Kentucky State Police Telecommunications Academy Graduates Third Class

(FRANKFORT, Ky.)— Nine Kentucky State Police telecommunicators from throughout the commonwealth were recognized Friday at graduation ceremonies for the third class of the agency’s in-house telecommunications academy.

“Across the state, KSP telecommunicators provide a lifeline to both citizens in need and officers in the field,” says KSP Commissioner Rodney Brewer. “They serve as an unseen, but vital link in keeping law enforcement officers and the public safe at all times of the day or night.”

Representing the KSP Headquarters Communications Center and six agency posts, the group began its studies on Sept. 16, 2013 at the KSP Training Academy in Frankfort. The course provided 194 hours of instruction during a five-week period. The curriculum included subjects such as legal liability and limits of telecommunicator authority, the telecommunicator’s role in public safety, interpersonal communications, customer service, interaction with the news media, stress, ethics and confidentiality, responder safety, basic fire dispatch, state emergency operations plans and criminal justice information systems, cardio pulmonary resuscitation, first aid training, emergency medical dispatch and special needs callers.

The final week of the academy included training on computer-aided dispatch and other databases. To complete the course, the telecommunicators were required to successfully process scripted calls for service and demonstrate proficiency in obtaining pertinent information, dispatching responders, providing emergency medical dispatch if needed and correctly documenting information from the call for service.

The graduates of the third KSP Telecommunications Academy included:

Rick Kuiper, of Frankfort, KSP Headquarters Communications Center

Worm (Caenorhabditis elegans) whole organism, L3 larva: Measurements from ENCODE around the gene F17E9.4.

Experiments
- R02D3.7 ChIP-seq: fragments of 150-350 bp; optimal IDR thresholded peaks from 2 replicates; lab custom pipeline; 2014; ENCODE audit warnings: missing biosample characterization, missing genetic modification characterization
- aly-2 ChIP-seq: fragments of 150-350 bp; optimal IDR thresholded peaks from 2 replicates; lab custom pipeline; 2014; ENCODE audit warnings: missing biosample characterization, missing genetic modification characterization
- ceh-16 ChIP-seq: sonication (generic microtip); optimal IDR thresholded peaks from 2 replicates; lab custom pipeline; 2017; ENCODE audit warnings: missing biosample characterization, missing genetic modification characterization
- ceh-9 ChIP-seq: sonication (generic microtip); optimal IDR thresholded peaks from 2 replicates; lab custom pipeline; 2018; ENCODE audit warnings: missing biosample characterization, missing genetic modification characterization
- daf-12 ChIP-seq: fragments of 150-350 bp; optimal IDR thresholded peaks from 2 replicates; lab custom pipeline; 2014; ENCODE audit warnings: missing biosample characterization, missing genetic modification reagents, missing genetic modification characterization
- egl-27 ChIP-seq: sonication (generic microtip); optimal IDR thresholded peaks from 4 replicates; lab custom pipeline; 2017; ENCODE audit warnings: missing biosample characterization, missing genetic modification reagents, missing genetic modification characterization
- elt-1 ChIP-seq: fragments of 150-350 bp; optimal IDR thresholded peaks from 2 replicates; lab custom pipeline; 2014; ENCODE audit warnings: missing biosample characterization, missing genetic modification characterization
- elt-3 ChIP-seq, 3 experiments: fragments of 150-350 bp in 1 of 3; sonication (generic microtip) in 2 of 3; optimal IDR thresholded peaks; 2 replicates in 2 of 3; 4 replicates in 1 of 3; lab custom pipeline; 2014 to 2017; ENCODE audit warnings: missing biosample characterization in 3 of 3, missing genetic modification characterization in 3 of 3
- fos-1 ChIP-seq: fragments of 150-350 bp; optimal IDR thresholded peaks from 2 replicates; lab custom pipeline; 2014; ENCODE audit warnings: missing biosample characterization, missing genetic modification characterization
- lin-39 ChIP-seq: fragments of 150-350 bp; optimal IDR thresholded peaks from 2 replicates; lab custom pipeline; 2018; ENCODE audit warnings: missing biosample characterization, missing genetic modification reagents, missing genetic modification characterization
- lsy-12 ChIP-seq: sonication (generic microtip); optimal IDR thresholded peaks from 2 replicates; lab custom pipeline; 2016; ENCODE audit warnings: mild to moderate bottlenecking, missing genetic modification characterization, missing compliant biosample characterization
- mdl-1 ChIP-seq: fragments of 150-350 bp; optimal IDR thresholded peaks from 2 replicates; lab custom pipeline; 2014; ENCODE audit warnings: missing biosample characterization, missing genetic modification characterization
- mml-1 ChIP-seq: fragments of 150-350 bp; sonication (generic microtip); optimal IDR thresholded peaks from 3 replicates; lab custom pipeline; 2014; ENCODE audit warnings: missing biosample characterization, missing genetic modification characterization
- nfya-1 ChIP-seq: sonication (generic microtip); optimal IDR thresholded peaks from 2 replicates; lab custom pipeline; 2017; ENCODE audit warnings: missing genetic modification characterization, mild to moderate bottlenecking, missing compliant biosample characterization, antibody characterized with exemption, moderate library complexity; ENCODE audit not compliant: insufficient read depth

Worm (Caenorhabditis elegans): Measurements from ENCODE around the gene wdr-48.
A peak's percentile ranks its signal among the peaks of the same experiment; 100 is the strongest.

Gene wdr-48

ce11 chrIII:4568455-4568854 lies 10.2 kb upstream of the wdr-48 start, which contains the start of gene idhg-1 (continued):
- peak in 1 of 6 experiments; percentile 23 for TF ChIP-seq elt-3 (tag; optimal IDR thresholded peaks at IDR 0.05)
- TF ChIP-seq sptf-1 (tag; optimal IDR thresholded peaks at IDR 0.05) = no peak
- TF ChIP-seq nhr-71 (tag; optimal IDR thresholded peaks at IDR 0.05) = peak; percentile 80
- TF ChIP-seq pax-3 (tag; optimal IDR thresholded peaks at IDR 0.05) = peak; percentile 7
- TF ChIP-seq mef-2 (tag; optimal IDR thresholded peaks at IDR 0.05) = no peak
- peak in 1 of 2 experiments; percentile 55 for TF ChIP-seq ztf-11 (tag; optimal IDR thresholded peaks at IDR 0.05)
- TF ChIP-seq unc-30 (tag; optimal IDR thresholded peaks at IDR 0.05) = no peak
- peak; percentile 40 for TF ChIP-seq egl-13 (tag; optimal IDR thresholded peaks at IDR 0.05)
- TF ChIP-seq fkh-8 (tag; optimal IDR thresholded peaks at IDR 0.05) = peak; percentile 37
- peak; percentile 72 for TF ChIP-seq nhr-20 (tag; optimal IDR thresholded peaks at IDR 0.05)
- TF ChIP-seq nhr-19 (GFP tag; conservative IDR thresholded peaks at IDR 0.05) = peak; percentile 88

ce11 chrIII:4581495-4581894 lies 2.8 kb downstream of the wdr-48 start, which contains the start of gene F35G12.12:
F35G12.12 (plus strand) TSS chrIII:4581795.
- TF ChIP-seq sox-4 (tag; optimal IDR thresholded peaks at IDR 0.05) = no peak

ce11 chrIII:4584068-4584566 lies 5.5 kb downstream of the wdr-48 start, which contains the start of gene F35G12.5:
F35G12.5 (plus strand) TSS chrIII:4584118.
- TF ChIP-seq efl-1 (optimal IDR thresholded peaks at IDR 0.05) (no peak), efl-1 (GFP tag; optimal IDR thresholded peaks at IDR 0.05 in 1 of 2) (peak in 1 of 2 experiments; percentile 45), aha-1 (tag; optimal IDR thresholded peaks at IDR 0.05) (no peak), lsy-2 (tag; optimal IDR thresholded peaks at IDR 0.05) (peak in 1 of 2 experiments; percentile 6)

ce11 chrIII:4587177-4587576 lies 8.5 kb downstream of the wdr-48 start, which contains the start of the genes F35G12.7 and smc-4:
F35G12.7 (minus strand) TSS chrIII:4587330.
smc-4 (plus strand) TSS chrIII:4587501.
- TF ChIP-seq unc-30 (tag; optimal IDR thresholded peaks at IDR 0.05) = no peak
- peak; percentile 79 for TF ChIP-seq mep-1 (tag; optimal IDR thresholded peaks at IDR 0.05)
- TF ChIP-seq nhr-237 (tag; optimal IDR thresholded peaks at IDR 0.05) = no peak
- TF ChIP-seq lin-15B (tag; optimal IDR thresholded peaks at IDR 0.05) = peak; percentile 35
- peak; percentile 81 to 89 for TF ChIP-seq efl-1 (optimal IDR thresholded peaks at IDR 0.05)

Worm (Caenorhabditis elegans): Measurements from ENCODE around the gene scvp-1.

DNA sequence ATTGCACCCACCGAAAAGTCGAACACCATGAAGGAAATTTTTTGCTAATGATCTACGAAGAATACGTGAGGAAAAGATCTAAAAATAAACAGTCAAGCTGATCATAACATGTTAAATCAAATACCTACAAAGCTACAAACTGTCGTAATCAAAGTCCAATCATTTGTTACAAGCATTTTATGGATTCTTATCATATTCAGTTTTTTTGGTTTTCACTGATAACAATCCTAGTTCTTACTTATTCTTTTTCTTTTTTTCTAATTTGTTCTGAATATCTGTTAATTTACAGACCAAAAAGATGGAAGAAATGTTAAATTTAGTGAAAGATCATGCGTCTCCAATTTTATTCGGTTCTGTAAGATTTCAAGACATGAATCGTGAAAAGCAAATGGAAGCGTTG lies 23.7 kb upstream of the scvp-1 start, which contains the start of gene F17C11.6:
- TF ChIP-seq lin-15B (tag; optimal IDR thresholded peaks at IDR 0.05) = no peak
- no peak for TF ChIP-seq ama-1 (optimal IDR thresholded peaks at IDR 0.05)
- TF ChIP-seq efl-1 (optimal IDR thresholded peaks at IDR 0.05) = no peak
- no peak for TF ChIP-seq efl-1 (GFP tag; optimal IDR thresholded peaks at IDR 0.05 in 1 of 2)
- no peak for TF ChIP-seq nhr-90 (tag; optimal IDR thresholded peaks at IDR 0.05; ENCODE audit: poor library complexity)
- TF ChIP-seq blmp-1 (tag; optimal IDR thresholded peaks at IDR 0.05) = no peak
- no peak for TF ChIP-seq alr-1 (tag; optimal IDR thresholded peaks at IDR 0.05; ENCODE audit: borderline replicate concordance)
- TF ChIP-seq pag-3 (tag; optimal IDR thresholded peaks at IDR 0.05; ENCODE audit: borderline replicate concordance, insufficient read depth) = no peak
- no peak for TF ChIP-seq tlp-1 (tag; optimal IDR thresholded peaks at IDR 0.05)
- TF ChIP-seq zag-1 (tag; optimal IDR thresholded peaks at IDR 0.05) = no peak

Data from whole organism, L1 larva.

Corey Priddy, of Brownsville, KSP Post 3-Bowling Green
Eric Smith, of Pikeville, KSP Post 9-Pikeville
Amanda Mosely, of Henderson, Post 16-Henderson
Janessa Morrison, of Lexington, Post 12, Frankfort
MyKella Crawford, of Frankfort, Post 12, Frankfort
Amanda Aylor, of Campbellsburg, Post 5, Campbellsburg
Tyler Bush, of Owenton, Post 5, Campbellsburg
Chase Deaton, of Jackson, Post 13, Hazard

Eric Smith of Post 9 in Pikeville was the class valedictorian with an overall grade point average of 97.85.

According to Charlotte Tanner, training coordinator for Kentucky State Police telecommunicators, working in today’s emergency services communications center requires a number of qualities and characteristics that are absolutely imperative including:

●the ability to handle very stressful, challenging conditions.
●flexible work schedules
●empathy in dealing with others
●the ability to learn and adapt, especially in areas of technology

Her advice to those who may be considering the field as a career? “You need to think hard about whether you are willing to make the sacrifices you have to make. You have to spend time away from your family. You have to work weekends and holidays. With all the continuing training required, there is a big investment of time and you need to be sure you can make the commitment.”

“To be honest, it’s not a job for everyone,” concludes Tanner. “It is stressful and challenging and some people simple can’t deal with the types of calls and the types of deadly incidents that we have to handle.”

To watch a short video about KSP telecommunicators, click on the following link:

.be or visit www.kentuckystatepolice .org


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